The UK general election in June 2017 saw a rise in voter turnout among 18- to 24-year-old women, with participation up from 44 to 53 per cent compared with the 2015 general election. However, so far there is little evidence to suggest that this will translate into higher levels of party membership and political representation among women. Despite making up half of the population and voting in the same numbers as men, on average only 34 per cent of women are a member of a political party, typically the first step into participating into local politics.
We argue that political parties and institutions must seize the recent increase in voter turnout among young women to dramatically increase the numbers of women going into local politics. This must be complemented by a series of radical reforms to improve the pipeline of women rising to the top in local politics, and to correct the absence of women at the top of combined authorities.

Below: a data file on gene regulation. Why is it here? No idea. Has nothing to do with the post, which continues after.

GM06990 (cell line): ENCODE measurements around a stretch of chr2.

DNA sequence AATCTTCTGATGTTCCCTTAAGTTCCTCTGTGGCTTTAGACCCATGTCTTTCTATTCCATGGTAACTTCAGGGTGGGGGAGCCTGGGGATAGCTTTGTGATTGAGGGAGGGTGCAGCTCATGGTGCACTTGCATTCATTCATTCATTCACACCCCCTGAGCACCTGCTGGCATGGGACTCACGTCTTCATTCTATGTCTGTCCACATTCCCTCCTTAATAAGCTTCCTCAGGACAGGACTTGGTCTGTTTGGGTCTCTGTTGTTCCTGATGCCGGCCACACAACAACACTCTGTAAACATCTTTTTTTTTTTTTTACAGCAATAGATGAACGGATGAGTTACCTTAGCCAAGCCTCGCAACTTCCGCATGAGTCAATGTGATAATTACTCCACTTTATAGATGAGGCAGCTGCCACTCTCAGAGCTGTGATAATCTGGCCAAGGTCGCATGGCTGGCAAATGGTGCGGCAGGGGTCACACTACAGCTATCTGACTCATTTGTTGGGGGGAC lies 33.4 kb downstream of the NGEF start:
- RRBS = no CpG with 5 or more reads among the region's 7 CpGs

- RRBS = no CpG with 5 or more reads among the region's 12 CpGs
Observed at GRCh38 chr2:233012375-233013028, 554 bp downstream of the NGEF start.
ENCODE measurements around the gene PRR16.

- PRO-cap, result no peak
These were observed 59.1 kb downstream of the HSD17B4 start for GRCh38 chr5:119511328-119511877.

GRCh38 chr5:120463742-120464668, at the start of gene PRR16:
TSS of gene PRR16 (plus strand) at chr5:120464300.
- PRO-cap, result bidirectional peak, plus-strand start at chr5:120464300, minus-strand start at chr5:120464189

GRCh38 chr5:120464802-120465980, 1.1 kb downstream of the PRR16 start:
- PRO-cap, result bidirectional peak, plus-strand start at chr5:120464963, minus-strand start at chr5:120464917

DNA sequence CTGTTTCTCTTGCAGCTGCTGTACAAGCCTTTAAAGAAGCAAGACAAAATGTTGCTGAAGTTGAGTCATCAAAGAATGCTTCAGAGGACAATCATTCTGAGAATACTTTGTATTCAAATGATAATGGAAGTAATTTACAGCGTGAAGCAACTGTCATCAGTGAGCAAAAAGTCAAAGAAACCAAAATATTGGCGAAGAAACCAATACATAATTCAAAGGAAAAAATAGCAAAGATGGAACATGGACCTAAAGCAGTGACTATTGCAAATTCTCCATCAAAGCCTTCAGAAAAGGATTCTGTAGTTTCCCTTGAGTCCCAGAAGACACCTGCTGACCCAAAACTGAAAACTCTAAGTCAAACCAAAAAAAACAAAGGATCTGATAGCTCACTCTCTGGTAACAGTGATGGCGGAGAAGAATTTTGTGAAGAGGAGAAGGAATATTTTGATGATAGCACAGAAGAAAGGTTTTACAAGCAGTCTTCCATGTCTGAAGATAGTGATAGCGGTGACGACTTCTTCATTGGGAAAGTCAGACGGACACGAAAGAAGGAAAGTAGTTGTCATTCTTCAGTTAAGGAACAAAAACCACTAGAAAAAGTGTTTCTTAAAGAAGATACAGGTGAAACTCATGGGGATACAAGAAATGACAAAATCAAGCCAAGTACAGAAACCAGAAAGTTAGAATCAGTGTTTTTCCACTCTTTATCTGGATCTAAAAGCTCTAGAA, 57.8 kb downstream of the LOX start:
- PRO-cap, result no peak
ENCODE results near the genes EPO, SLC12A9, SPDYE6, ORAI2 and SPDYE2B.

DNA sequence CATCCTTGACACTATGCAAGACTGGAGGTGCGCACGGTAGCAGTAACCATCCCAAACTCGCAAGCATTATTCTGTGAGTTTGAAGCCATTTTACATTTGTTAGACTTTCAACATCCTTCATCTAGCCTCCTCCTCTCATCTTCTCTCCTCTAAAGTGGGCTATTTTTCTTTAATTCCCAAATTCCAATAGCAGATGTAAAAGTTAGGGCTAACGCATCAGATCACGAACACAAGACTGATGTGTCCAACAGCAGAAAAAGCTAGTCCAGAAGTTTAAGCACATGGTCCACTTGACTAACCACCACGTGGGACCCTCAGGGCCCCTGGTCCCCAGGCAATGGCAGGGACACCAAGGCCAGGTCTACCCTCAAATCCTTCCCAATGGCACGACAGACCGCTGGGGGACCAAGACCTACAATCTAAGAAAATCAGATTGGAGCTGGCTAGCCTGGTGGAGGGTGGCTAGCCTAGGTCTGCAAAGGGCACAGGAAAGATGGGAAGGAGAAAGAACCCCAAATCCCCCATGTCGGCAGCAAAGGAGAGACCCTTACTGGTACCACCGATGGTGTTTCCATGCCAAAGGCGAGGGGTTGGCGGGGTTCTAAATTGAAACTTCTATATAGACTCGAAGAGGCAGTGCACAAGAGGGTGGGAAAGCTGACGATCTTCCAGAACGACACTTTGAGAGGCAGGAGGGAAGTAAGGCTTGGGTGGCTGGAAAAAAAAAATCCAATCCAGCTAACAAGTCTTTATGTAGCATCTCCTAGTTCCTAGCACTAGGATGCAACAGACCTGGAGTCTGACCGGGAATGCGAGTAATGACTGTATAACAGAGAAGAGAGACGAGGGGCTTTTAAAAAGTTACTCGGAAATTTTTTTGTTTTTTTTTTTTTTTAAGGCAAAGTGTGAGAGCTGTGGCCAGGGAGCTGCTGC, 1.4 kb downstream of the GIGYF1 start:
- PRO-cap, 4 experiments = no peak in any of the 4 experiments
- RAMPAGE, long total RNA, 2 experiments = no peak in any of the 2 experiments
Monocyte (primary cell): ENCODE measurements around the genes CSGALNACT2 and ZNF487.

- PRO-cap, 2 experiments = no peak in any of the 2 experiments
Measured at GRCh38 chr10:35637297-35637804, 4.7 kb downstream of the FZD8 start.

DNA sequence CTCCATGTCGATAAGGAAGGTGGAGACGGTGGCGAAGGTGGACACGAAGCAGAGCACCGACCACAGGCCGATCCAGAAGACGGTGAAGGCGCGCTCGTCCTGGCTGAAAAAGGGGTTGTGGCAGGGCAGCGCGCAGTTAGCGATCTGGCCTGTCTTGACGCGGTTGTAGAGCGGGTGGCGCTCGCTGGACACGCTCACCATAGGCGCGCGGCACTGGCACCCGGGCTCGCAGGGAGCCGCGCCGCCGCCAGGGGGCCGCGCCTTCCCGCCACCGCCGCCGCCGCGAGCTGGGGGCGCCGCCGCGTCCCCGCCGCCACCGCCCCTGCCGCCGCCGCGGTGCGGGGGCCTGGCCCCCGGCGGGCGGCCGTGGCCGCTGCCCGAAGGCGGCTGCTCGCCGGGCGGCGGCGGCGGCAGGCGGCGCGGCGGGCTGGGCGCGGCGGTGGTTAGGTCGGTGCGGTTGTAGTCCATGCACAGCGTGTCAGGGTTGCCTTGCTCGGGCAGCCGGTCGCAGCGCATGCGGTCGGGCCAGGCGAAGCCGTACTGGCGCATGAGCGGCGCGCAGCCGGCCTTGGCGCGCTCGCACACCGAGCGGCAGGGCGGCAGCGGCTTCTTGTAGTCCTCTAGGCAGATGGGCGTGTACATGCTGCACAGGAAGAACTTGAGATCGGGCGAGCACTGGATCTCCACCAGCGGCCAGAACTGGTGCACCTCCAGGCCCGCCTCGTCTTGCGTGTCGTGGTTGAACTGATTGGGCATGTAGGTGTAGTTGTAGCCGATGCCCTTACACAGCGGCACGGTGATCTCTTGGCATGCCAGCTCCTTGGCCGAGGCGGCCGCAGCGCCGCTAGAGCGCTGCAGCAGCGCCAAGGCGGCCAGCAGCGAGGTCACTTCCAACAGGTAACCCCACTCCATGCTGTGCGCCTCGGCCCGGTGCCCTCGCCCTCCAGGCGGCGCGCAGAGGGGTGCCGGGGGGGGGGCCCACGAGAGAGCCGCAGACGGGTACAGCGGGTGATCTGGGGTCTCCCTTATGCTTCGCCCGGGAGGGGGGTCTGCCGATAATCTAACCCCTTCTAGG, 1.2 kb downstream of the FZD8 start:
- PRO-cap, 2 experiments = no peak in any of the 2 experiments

Health leaders, charities, experts and campaigners urge Chancellor to take action on ‘concerning’ state of UK health to deliver prosperity at Spring BudgetLeading health voices have written to Chancellor Jeremy Hunt to urge him to deliver a bold strategy to transform UK health and deliver nationwide prosperity.
Snakes and ladders: Tackling precarity in social security and employment supportAcross the country, people are trying to make ends meet, build financial security and pursue their aspirations. But, in a vicious cycle of snakes and ladders, many are being pulled down into poverty.
Making markets: The City's role in industrial strategyTo tackle climate change, we need a significant increase in public and private capital investment.